What’s All the Hype About Bitcoin and Cryptocurrency? Completely Explained

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“Are you paying by cash or card?” We hear that question so often, we answer it without a second thought – after all, what’s to think about? The basic distinction between money in your pocket and money in the bank seems obvious enough. But that’s exactly why it might feel surprised to be given a third option: cash, card, or… cryptocurrency?

For over a decade, ‘crypto’ has been making headlines and causing controversy. And not without good reason. The meteoric rise of this mysterious ‘internet currency’ threatens seismic disruptions to our relationship with money, impacting how we spend, save, and do business. But to appreciate why that is, and where this whole thing started…

let’s get… a pizza. We’re in my favorite restaurant; I’ve ordered, and it’s time to pay. Cash? Or card? Cash is simple enough – I hand over money, I get a meal – but by debit or credit card, things get a little more complicated. Essentially: the payment terminal sends a message to my bank, who opens a spreadsheet and checks there’s enough money in the column by my name. If so, they transfer the right amount into the column by the restaurant’s name, taking a small cut for their trouble. The bank gives the thumbs-up, and I get my cheesy prize.

This system has worked well for a long time, but since the internet has made exchanging data much easier, some have started questioning the banks’ role here.

Do we really need someone overseeing our money and transactions? Isn’t there a better, smarter, digital way of doing things?

Well, for a long time… No. Because of a problem is known as “Double Spending”. The difficulty stems from the difference between physical objects and digital files. Imagine I have a painting: I hand it to you – now you have that painting. But if I email you a jpg of a painting, we both have that jpg, which is really just a ‘set of instructions’ showing software how to assemble an image of a painting. All I did was send you a duplicate of those instructions.

This system is great for most things, but not for money: If I could buy something, then copy the money I just used to buy something else – “double spending” it – then money would become meaningless. So the bank’s role in my pizza purchase isn’t just to transfer the funds, it’s to provide trust: To guarantee that I really have the money and that I’m handing it over. And for the most part, people have been happy with this arrangement.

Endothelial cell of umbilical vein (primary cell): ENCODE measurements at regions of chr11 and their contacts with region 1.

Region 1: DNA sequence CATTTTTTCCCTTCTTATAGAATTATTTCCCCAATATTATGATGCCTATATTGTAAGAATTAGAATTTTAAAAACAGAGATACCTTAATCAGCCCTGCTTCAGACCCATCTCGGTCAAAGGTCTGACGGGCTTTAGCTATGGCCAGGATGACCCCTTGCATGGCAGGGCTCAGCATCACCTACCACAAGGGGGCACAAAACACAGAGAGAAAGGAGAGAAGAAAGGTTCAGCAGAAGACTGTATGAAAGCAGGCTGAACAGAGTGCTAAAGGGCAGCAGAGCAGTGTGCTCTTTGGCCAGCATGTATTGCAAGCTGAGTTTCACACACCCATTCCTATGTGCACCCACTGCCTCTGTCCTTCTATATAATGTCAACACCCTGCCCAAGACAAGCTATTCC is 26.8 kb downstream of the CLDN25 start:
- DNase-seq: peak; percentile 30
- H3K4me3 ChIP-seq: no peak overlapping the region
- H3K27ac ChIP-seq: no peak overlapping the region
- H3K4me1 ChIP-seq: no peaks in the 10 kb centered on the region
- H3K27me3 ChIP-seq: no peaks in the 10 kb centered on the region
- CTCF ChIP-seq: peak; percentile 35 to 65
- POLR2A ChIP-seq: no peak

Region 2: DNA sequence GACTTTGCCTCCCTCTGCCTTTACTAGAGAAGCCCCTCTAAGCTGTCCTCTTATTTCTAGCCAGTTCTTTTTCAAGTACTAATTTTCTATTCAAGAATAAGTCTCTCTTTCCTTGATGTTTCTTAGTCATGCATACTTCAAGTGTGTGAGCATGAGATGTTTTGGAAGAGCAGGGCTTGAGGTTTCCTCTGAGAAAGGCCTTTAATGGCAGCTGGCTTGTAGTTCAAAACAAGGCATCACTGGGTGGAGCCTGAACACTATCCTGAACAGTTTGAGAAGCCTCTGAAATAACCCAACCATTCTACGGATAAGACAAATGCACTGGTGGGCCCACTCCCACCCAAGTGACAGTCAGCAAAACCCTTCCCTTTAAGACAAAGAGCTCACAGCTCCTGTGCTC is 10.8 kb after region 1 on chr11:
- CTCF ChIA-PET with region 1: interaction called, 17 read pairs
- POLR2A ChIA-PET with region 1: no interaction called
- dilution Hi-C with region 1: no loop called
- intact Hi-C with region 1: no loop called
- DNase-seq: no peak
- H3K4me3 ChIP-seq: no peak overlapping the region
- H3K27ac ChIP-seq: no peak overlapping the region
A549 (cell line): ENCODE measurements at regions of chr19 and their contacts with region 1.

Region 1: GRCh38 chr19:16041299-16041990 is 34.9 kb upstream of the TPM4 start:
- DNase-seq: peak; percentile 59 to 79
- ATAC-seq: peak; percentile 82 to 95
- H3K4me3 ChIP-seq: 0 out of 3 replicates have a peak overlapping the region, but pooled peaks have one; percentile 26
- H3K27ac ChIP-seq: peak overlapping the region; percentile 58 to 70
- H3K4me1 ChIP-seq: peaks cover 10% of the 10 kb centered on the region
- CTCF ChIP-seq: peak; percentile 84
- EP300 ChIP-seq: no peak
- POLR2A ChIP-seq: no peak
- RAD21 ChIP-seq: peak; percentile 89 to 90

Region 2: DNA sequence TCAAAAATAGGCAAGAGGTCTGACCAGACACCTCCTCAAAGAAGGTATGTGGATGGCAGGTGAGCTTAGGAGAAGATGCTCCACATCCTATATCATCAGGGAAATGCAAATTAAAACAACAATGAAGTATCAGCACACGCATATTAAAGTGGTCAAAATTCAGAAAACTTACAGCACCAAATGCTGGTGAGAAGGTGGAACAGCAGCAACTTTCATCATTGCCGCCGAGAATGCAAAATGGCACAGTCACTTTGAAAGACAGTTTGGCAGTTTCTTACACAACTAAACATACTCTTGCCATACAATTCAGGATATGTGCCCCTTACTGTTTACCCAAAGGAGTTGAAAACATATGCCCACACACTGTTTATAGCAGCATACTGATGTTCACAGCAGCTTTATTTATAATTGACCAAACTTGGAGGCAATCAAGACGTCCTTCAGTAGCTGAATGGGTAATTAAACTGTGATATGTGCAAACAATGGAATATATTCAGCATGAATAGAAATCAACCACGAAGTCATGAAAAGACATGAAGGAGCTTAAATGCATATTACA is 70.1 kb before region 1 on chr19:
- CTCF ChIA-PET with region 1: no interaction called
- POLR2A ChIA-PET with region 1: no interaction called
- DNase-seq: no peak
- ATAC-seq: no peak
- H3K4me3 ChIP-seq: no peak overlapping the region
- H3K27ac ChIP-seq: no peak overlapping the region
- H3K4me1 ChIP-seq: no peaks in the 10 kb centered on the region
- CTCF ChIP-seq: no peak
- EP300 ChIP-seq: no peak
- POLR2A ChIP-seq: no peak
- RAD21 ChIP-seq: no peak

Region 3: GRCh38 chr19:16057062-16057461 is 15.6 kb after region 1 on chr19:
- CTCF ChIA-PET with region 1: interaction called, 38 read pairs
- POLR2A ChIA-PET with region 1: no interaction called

That is, until 2008 when America’s subprime mortgage crisis threw many countries into recession. With economies tanking the world over, people’s trust in financial institutions took a serious hit, and as a result, the time felt ripe for new ideas. In the midst of this economic meltdown, as if by magic, one arrived. In October 2008, a whitepaper began circulating online describing Bitcoin: a digital cash system that functions without the need for a bank.

Instead, it uses blockchain technology: a way of preserving information in a series of publicly shared yet tamper-proof files. That may sound complicated but because it makes the record of transactions transparent, the blockchain prevents double-spending. With that problem solved, and the Great Recession raging, many saw Bitcoin as paving the way to a world where they could take back control of their money from the financial system that had so spectacularly failed.

Nineteen months later, in May 2010, the first Bitcoin purchase took place: 10,000 BTC, paid… for two pizzas. Since then, the value of Bitcoin has grown enormously: at the time, 10,000 BTC was about forty dollars; by November twenty twenty-one, this had ballooned to almost 650 million dollars. But it hasn’t been smooth sailing:

There have been major instances of hacking and theft, high-profile endorsements, and disavowals. El Salvador has made Bitcoin legal tender, while other countries have banned it, creating their own state-run alternatives. Cryptocurrencies have become popular with organized crime rings, and the carbon footprint of mining – the process of generating new currency – has been estimated to equal national economies the size of Argentina’s – and that’s just for Bitcoin – one of more than 10,000 cryptocurrencies in existence as of early 2022.

Throughout all this, some economists have maintained that a self-regulated currency is a “dangerous illusion”, insisting the crypto bubble will eventually burst, and leave investors looking for someone to blame. So, who was the mastermind behind Bitcoin? The original paper was authored by “Satoshi Nakamoto”, who… is a mystery.

Various names have been associated with the shadowy figure, and several people have claimed to be behind the pseudonym, but nothing has been proved conclusively. It’s not even clear that Nakamoto is a single person: it could be a moniker for a group. Over a decade later, we still don’t know for sure, adding intrigue to an already dramatic and contentious tale.

Ultimately, however, we might feel about cryptocurrency, the problems it was designed to address are as real and worth acknowledging as those it’s created. Digital technologies are revolutionizing every aspect of our lives, and there’s no reason money should be exempt – but that doesn’t mean throwing caution to the wind. Until we see how this technology evolves, and how the crypto community deals with the valid criticisms it faces, it remains to be seen whether Nakamoto’s invention will change the world, or leave it short-changed.

Also Read:

10 Things to Think About Before Investing in Cryptocurrencies

The Top 10 Most Trending Crypto Right Now 2022

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